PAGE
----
A Journal of Radical Cultural Criticism
CURRENT ISSUE              CURRENT CFP               SUBMISSIONS               EDITORS               ARCHIVE              CONTACT

About Revolutions

Revolutions is an e-forum for innovative scholarly and creative work which foregrounds the study of race, gender, and sexuality insofar as these areas enable a transformative influence on the production and critique of knowledge within the humanities today.

Particularly focused on the influences and intersections of postcolonialism, cultural studies, queer studies, and critical race theory, Revolutions is committed to furthering theoretical and artistic modes which are situated in critical distance from dominant European epistemic traditions. By foregrounding strong theoretical inquiries into issues, for example, of transnationalism, homophobia, racism, sexism, colonialism, and globalization, this digital journal highlights the constitutive impact of various marginalized social formations within intellectual communities of dissent and nonexploitation.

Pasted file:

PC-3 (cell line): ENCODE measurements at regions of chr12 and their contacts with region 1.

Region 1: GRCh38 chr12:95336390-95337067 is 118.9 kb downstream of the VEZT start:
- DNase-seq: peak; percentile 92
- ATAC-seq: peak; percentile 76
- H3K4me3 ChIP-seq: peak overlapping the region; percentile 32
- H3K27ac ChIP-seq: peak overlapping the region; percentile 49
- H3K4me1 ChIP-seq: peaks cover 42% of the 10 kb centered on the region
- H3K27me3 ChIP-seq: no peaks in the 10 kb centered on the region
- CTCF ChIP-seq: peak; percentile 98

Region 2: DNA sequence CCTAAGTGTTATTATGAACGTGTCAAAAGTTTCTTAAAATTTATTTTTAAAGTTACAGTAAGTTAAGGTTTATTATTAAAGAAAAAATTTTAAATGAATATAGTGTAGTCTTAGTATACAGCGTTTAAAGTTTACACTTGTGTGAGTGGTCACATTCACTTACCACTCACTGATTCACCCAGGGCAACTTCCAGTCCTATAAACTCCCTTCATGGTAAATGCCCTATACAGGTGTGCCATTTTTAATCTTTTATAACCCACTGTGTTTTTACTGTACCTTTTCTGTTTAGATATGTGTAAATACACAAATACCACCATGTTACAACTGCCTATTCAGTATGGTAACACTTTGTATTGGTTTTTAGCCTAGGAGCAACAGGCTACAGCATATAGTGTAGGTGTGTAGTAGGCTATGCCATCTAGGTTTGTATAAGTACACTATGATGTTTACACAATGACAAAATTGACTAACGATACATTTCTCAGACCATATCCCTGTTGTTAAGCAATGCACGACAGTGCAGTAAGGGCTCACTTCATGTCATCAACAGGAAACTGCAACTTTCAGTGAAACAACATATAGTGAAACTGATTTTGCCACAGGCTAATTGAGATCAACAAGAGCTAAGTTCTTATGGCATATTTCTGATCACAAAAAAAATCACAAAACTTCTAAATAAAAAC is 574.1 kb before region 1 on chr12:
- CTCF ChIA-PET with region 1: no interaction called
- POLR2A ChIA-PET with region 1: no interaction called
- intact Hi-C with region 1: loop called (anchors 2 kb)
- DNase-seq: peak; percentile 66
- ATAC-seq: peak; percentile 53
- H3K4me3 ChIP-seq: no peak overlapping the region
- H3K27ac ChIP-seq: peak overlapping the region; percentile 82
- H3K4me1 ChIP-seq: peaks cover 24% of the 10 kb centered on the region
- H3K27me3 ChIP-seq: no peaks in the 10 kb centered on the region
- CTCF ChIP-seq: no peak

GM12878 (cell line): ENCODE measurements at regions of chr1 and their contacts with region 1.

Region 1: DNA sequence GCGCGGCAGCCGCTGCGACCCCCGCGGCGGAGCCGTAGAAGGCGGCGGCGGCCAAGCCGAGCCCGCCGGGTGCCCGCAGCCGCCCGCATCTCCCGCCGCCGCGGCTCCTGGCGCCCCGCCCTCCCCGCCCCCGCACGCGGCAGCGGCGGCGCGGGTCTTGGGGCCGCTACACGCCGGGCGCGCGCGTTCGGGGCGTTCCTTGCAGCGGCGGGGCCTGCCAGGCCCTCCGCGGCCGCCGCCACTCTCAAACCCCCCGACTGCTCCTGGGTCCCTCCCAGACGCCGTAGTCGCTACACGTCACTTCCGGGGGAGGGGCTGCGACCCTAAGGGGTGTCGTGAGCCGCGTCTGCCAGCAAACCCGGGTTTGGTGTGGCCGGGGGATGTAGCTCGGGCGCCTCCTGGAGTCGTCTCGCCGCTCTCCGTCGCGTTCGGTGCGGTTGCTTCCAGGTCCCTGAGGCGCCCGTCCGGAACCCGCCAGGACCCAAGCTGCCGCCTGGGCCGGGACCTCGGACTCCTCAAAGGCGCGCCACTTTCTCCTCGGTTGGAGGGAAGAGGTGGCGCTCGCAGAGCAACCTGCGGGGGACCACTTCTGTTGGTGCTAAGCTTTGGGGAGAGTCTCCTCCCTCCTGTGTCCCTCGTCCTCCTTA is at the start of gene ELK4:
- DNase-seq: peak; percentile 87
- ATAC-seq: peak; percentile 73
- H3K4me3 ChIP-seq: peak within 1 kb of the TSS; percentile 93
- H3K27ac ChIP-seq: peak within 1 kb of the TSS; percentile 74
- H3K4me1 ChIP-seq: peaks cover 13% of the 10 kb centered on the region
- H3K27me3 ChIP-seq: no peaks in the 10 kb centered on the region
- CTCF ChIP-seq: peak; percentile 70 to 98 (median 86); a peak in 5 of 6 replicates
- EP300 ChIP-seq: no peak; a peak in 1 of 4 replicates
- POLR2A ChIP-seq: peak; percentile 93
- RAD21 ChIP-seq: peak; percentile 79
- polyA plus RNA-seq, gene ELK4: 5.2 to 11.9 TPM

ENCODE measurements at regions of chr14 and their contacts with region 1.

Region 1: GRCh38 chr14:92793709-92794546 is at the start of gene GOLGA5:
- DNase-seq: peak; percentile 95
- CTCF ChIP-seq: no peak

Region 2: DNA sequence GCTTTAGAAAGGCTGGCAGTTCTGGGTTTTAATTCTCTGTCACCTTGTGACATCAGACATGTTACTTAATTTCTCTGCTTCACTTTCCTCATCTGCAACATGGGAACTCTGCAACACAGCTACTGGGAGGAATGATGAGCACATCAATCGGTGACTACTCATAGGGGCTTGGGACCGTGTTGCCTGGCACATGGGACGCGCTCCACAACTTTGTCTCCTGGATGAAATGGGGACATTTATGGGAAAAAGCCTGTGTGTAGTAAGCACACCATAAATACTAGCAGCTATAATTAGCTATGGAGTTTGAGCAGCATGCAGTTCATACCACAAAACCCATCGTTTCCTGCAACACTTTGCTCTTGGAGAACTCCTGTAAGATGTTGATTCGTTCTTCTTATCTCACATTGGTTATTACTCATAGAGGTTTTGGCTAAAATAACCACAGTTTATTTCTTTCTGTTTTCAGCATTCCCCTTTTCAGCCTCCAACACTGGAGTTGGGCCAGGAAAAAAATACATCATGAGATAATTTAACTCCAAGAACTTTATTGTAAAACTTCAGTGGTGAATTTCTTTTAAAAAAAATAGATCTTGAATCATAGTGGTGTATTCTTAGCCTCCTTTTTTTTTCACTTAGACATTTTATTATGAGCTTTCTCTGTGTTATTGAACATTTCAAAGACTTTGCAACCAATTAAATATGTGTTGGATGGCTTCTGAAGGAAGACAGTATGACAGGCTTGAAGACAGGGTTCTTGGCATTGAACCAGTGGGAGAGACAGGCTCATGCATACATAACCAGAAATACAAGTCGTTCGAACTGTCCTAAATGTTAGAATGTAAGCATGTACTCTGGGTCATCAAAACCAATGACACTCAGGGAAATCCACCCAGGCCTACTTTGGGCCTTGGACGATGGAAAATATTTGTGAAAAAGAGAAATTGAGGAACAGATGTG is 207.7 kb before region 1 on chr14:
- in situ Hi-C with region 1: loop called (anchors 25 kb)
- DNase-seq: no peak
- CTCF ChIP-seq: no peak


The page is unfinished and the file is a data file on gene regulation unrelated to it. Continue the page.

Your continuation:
The editors of Revolutions aim to create a space for historicizing, theorizing and expressing the immediacy of injury (social, cultural, material, individual) and dissent that have been explicitly left out of institutionalized knowledge production and dissemination.

In keeping with these goals, Revolutions publishes work by emergent and established scholars and artists that is not disciplinarily bounded, and which considers the aesthetic, political, cultural, and/or vernacular valence of expressions that historically have been suppressed. Each issue seeks to be broadly comparative in order to emphasize both the syncretism of modernity as well as the various linkages between radical histories and practices of dissent that arise in response to multiple sites of dominance. Such linkages are also meant to be suggestive of the uneven counter-practices that challenge the ways in which cultural, political, and economic identities are routinely and normatively defined.

Finally, Revolutions begins its critique from an understanding that any consideration of the injured as a collective based on race, gender, class, or sexuality must contend with the conflicted heterogeneity of these very social formations. To this end, the editors seek to publish work from diverse and divergent perspectives, which we see as crucial for radical reconsiderations of seemingly singular problems.

site search by freefind advanced